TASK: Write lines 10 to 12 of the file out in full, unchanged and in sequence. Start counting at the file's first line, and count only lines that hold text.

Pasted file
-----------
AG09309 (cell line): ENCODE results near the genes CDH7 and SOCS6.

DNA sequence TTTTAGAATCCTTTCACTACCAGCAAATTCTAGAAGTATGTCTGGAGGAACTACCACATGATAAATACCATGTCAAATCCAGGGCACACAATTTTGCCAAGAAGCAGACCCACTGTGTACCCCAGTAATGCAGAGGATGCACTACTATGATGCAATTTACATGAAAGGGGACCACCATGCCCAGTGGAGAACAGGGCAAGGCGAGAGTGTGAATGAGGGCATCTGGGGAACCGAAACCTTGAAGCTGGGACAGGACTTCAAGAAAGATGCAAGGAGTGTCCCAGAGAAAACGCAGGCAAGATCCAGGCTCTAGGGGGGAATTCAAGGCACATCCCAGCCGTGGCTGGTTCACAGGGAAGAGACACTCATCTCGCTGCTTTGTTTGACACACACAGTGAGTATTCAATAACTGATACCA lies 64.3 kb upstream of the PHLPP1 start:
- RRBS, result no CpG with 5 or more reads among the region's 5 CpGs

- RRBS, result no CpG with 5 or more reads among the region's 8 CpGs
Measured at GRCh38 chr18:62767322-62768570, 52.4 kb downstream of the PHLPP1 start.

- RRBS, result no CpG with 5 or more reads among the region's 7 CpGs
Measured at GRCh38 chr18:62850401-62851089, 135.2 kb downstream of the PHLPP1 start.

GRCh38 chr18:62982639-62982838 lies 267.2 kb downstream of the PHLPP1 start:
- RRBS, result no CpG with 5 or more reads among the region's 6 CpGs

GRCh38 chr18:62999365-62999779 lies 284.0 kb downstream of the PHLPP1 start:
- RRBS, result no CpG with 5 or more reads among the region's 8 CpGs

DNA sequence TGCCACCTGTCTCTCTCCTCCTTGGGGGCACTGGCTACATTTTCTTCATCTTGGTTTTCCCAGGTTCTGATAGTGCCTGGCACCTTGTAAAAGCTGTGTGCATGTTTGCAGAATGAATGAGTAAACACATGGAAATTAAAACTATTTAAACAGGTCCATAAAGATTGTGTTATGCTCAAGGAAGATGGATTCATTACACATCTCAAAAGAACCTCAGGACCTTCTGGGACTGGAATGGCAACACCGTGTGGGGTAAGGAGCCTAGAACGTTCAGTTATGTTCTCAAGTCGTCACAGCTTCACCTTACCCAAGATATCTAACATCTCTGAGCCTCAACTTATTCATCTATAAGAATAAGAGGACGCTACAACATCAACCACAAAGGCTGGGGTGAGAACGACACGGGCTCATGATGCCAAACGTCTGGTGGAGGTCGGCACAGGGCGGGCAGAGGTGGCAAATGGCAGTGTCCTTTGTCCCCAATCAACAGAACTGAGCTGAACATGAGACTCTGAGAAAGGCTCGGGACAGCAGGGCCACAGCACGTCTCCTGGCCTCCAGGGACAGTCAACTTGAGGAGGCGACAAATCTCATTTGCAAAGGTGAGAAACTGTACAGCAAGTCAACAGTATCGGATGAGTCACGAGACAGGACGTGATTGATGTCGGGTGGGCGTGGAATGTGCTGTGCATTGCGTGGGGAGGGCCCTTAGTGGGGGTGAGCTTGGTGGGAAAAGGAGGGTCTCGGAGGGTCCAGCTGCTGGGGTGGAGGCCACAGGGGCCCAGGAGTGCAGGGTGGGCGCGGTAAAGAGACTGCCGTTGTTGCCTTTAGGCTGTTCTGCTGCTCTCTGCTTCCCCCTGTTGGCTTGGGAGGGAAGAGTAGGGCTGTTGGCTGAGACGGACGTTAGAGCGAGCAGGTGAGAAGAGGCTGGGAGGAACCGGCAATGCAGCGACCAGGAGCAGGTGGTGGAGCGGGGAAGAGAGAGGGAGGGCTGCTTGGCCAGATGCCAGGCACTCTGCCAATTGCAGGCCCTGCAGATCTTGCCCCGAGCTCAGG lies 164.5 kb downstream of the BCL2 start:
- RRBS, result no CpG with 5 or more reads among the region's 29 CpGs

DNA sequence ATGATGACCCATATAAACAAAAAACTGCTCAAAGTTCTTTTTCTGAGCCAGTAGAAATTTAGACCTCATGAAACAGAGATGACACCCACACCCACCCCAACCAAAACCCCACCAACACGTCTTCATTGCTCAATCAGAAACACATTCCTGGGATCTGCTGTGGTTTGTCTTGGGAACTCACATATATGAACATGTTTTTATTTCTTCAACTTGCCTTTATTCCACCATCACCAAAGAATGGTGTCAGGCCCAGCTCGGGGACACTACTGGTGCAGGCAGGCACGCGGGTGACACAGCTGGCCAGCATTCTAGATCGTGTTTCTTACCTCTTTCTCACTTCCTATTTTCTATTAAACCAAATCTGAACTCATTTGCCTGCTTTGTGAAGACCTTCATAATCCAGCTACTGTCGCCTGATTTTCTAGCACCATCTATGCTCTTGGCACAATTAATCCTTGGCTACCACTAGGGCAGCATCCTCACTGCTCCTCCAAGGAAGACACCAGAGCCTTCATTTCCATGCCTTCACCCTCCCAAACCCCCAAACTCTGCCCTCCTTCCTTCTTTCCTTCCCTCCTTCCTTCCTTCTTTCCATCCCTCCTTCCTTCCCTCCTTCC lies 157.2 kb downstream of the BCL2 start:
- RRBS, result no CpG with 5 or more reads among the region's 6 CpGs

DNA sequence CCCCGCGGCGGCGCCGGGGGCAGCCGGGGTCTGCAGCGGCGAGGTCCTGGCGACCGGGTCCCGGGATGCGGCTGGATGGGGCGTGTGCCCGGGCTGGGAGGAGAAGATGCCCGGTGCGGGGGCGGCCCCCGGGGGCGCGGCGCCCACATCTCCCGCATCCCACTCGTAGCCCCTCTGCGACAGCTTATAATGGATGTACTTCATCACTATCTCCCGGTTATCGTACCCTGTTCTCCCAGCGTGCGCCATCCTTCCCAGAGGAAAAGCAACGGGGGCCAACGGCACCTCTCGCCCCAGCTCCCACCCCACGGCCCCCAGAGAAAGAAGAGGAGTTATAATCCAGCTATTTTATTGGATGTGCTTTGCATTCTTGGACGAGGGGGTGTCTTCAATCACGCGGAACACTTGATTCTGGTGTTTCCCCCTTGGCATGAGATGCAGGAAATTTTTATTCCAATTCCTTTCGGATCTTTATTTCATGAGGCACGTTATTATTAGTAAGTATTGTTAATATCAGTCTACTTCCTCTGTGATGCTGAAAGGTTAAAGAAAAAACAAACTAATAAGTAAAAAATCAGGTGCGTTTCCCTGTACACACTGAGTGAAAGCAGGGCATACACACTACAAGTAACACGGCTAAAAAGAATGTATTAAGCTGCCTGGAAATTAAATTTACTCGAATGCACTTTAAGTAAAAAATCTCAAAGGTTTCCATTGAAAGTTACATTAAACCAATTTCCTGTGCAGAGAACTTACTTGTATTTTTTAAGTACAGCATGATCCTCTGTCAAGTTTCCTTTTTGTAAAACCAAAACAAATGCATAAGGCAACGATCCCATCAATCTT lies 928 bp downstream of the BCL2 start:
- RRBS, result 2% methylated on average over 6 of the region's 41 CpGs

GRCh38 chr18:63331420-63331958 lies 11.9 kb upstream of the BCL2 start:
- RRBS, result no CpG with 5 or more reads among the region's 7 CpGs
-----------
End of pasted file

GRCh38 chr18:62999365-62999779 lies 284.0 kb downstream of the PHLPP1 start:
- RRBS, result no CpG with 5 or more reads among the region's 8 CpGs

DNA sequence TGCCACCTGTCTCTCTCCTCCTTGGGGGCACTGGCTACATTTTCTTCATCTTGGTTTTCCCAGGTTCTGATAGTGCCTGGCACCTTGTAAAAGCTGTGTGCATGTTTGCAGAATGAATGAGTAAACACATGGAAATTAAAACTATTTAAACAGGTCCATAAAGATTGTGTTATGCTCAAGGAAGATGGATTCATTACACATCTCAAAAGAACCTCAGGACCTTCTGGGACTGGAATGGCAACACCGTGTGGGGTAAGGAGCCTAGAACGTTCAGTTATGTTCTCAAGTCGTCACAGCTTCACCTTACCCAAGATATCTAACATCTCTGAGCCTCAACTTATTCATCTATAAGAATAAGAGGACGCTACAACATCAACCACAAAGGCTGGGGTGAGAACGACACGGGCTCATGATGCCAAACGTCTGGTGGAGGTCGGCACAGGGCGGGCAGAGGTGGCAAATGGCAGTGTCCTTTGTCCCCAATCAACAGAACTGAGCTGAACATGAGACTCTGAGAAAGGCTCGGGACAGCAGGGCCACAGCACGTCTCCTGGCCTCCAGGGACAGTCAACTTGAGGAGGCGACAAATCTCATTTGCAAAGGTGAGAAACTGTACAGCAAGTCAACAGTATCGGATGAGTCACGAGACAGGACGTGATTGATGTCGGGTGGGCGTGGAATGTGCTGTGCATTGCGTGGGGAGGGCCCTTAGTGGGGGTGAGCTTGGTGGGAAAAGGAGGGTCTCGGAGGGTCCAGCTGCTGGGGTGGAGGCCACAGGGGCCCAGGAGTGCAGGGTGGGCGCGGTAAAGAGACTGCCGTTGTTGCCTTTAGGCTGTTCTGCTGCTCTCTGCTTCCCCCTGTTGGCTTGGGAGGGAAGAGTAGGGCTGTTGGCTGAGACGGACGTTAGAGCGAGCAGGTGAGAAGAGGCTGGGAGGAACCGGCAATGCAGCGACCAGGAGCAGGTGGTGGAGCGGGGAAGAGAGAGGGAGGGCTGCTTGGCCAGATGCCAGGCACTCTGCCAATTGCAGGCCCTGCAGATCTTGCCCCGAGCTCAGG lies 164.5 kb downstream of the BCL2 start: